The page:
Thank you for visiting The Ride Institute of Technology.


Now some things to point out:


-They mention "Comet Halley". This would refer to the ride being located in Comet Hollow, thus why we're seeing all these survey markings and stakes.


-Spring 2011, they will unveil their "most ambitious undertaking yet"? Hmmm, sounds like a spring 2011 announcement, may be in the works? Most ambitious - maybe referring to the over 200-ft height mark?


Those are some things I wanted to point out that maybe we should think about.

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If this ride doesn't have a splashdown, then you can probably partly thank me for that since one of the questions they asked me was, "How do you think water would make a ride better?" and I pretty much told them that it would make the ride look good. But I don't think they'll go off of the questions they asked me on how to do this ride.

But some of the questions did make me think Drop Tower and (or) Coaster.


But yes, I am a firm believer that parks do consider our opinions and I think yesterday pretty much shows it.

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^ Let's hope if they haven't before today, they are now.


[Pssst... yeah, you "RIT" folks looking over this thread to see how your scheme is playing out... are you actually planning on building an AquaTrax coaster? Because that would be diabolically cool... and if not for 2011, then keep it in mind for later. kthxbai.]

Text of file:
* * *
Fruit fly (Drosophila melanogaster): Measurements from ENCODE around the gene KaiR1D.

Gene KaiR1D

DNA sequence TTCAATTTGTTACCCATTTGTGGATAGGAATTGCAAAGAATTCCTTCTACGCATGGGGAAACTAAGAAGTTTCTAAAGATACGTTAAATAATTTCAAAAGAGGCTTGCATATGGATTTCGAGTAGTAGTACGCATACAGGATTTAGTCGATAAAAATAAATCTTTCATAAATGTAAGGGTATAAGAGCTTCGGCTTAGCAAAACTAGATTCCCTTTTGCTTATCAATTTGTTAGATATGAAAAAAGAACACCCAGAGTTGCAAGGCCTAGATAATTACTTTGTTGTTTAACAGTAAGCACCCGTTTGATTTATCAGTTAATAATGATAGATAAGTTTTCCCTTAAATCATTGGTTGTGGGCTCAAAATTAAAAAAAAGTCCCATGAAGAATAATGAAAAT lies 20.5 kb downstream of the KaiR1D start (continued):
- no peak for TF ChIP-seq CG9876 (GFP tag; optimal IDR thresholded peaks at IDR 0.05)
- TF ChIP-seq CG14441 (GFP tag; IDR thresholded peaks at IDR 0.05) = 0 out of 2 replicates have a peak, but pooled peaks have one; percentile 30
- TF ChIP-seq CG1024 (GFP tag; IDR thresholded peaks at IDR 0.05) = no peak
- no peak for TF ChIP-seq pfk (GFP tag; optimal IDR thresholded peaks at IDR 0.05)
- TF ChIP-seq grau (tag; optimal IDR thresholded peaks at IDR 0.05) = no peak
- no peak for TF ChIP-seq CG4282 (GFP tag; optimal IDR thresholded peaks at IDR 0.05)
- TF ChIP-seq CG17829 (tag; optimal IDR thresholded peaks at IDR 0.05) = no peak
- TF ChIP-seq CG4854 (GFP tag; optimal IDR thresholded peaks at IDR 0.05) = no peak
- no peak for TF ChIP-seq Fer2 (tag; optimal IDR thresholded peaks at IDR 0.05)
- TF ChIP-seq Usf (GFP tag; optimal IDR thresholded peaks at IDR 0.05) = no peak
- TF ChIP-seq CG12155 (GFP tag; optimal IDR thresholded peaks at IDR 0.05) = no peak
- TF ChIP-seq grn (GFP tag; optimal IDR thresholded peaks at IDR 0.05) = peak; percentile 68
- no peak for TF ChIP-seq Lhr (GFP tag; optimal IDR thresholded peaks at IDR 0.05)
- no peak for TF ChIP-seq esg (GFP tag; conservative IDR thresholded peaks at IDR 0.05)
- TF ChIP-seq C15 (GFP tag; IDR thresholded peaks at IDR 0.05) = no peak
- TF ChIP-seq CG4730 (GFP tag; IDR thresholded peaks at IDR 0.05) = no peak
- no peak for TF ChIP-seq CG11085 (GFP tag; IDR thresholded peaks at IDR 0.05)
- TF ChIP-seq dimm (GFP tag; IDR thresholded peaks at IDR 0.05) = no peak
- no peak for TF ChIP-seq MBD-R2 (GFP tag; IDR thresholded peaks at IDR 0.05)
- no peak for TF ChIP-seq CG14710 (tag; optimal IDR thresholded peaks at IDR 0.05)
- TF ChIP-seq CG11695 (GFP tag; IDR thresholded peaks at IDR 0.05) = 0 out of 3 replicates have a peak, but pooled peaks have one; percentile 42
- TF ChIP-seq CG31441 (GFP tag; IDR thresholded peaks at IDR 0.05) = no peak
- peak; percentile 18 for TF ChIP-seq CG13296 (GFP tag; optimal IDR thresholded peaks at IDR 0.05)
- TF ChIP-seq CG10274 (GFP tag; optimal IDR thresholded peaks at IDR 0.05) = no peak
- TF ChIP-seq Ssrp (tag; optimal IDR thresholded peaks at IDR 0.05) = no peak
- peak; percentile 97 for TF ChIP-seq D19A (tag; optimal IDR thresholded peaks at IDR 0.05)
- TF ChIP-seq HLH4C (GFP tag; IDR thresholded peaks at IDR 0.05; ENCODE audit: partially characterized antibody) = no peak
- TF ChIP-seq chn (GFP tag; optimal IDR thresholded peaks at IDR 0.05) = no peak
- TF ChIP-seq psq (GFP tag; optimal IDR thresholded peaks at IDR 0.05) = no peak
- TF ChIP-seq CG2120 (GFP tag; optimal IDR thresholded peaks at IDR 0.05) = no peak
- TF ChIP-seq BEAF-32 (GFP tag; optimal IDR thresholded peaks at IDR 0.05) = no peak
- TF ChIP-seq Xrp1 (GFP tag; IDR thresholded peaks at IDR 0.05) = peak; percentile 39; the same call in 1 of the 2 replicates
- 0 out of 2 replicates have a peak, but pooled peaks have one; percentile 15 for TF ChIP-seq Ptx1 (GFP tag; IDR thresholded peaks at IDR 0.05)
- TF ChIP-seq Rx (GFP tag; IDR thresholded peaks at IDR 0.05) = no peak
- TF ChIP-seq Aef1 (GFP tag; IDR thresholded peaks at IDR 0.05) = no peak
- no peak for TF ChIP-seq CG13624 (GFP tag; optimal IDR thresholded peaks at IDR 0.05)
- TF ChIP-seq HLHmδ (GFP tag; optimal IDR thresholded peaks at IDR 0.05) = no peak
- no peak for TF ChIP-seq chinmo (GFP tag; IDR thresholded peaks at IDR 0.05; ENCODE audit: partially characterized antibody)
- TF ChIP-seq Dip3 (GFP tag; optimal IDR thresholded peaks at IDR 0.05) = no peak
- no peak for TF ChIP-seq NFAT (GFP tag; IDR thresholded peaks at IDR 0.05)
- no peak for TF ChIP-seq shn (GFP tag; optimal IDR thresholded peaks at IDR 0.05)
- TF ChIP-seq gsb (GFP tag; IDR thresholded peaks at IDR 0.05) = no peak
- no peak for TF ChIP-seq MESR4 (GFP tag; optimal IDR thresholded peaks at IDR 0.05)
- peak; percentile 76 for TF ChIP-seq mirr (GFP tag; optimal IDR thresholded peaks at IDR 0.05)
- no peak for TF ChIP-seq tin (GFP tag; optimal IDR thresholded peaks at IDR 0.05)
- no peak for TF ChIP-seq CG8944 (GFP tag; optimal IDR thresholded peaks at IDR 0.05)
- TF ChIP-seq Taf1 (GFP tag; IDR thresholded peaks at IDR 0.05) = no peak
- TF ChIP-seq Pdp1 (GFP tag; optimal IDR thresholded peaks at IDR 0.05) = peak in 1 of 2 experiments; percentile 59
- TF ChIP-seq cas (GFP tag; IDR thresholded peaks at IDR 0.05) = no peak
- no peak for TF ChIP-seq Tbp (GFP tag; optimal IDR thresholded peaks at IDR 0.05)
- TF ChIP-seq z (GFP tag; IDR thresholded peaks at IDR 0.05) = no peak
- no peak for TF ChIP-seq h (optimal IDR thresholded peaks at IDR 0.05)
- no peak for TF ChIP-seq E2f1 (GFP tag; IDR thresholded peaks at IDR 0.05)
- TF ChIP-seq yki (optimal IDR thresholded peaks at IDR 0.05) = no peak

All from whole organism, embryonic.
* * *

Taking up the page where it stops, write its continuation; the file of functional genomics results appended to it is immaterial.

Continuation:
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I'm sure they're just asking questions to stir up interest. The ride, whatever it may be, has already been designed, finalized, and some form of construction has probably begun. But I love how interactive they're making it. Really clever on Hershey's part.

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^^Truly. I find most of the whole "new media-social network-interwebz-viral marketing-blahblahblah" stuff to be kind of sickening, but this kind of thing is fun and creative. And even though HP's next attraction(s) are indeed cast in stone, it's always nice to think they're paying close attention to our feverish rantings.


[AquaTrax! AquaTrax! AquaTrax! AquaTrax! ]

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hope RIT (Rochester Institute of Technology) doesn't get wind of this group using the "RIT" namesake.


When I first saw this I was thinking Rochester Insitute of Technology as well!


I wonder if minds would have been blown if when asked about the water effects, you told them that while water is nice, nothin' would be better than a hot gravy splashdown!

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I'm kind of thinking something more like 13, just based on the freefall ride questions. They could do something with water first, but there is quite a different feeling between coasters and drop towers, and 13 type coasters bring the 2 concepts together. Very unlikely considering the height is so big compared to 13, but thats the first connection that jumped out at me. Either one would be cool. I am actually quite excited for this project, considering mega lights seem to be the other coaster type being thrown around.